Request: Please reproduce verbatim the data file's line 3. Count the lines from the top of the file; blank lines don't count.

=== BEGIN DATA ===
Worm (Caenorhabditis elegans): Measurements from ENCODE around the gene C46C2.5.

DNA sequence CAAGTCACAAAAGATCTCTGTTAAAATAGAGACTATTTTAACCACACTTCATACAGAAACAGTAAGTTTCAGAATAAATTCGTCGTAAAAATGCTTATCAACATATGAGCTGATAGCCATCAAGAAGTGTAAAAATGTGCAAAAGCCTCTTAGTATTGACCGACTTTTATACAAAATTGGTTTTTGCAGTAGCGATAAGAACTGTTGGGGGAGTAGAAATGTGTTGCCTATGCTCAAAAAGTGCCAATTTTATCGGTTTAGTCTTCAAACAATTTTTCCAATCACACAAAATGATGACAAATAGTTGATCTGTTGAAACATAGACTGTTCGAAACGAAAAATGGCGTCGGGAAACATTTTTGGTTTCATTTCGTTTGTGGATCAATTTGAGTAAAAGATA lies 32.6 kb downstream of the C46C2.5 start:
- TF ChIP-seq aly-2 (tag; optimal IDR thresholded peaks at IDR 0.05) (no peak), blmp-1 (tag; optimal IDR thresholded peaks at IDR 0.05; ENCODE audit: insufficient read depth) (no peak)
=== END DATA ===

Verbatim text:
- TF ChIP-seq aly-2 (tag; optimal IDR thresholded peaks at IDR 0.05) (no peak), blmp-1 (tag; optimal IDR thresholded peaks at IDR 0.05; ENCODE audit: insufficient read depth) (no peak)